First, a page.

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Where and When Will Oil Spills Reach the Beach?
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Where and When Will Oil Spills Reach the Beach?

Where and When Will Oil Spills Reach the Beach?
News

Where and When Will Oil Spills Reach the Beach?

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When an accident involving oil spills occurs, forecasting the behaviour of the oil slick and understanding in advance where and when it will reach the coastline is crucial to organize an efficient emergency response that is able to limit environmental and economic repercussions. A study led by CMCC Foundation’s researchers, based on the concrete case study of the 2018 oil spill accident off Corsica, demonstrates the effectiveness of the MEDSLIK-II oil spill model, which they developed for predicting an oil-beaching event.

In October 2018, the Tunisian Ro-Ro passenger ship “Ulysse” rammed into the hull of the Cyprus-flagged container ship “Virginia”, which was anchored in international waters off the northern tip of Corsica, an area known for its pristine waters and beaches. Bunker fuel from Virginia leaked out of her tanks through a breach several meters long, threatening the marine environment and coastal areas. 530 m3 of oil were released, and in 36 hours the slick had lengthened to cover approximately 35 km.


Predicting the drift of oil slicks on water surfaces and in coastal zones is fundamental for responding to spill events and to mitigate their impacts on the environment, allowing for a more efficient use of emergency response resources.


A recently published scientific paper tells about the collaboration that was formed for this purpose, between the researchers of the CMCC Foundation – Euro-Mediterranean Center on Climate Change and REMPEC, the Regional Marine Pollution Emergency Response Centre for the Mediterranean Sea, based in Malta, right after the collision of Ulysse with Virginia.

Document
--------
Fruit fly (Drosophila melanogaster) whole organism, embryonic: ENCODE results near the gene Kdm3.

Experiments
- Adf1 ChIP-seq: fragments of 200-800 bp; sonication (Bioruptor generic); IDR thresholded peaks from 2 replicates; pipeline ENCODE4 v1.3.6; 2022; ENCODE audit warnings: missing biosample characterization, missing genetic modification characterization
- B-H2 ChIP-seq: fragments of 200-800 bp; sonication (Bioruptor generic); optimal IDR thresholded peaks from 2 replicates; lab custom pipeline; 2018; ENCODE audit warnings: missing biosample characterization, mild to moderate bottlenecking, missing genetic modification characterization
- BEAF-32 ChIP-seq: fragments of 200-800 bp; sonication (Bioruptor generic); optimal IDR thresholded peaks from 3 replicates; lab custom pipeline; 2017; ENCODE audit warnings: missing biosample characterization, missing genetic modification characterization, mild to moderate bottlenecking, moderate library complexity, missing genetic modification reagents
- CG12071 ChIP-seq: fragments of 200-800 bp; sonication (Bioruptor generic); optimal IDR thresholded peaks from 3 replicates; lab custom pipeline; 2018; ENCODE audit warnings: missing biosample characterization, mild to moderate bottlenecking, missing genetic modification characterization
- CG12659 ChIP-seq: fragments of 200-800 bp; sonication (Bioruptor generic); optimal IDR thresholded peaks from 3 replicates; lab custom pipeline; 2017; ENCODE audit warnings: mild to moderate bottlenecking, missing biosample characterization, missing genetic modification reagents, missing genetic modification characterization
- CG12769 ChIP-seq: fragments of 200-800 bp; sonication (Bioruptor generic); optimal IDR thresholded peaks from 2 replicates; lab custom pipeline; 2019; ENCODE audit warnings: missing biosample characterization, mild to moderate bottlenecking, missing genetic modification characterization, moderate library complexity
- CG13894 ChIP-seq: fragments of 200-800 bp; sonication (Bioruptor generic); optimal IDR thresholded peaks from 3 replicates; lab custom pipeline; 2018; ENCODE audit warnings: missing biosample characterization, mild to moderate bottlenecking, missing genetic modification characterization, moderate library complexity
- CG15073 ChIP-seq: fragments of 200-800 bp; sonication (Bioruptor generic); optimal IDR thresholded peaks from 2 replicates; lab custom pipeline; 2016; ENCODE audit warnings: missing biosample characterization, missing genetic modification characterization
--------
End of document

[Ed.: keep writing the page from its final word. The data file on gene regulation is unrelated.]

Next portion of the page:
“Thanks to a joint effort involving efficient and timely exchange of information, we received observational data from REMPEC and used these real observations as the starting point for our model in order to calculate the forecast”, explains Svitlana Liubartseva, researcher at the CMCC Foundation and first author of the study. “We worked day and night, and provided REMPEC with 5 forecast bulletins during the oil spill tracking and recovery operations.”


Forecast of currents, wind, waves and sea surface temperatures are critical for predicting the spread and fate of oil. The study is focused on the ability to realistically predict the times and places where oil reaches coastlines thanks to the oceanographic model MEDSLIK-II, developed by CMCC Foundation. The model results were verified by comparing available observational data.


“Using the oceanographic and atmospheric dataset provided by the Copernicus Marine Environment Monitoring Service (CMEMS) and the European Centre for Medium-Range Weather Forecasts (ECMWF) we produced forecasts of the oil drift. The CMEMS output has a high resolution of about 4 km, that allowed us to produce a rather good quality of prediction of when and where the oil reached the beaches”, specifies Dr. Liubartseva.


For the first 16 days after the accident, the model was able to generate reliable predictions, forecasting the oil movements at least 7 days in advance. Researchers were able to predict almost precisely the place and time where the oil would reach the coast for the first time. After more than 9 days drifting at sea, it landed near Saint-Tropez (France). Due to a lack of observational data in the long run there was a deterioration in the model solution, as the oil drifted for about one month. Nevertheless, the research demonstrates that the CMCC model facilitates the use and optimization of anti-pollution resource deployment and increases coastal preparedness.


CMCC researchers are now at work to further improve the predictability of oil spill drift and transformation. On the one hand, there is the need to improve the resolution of the models, making their grid finer and finer, which will involve studying more oil spill events to get better predictions.

Reference
Model-based reconstruction of the Ulysse-Virginia oil spill, October–November 2018. S. Liubartseva et al Marine Pollution Bulletin, Volume 154, May 2020, 111002, https://doi.org/10.1016/j.marpolbul.2020.111002.

This article has been republished from the following materials. Note: material may have been edited for length and content. For further information, please contact the cited source.

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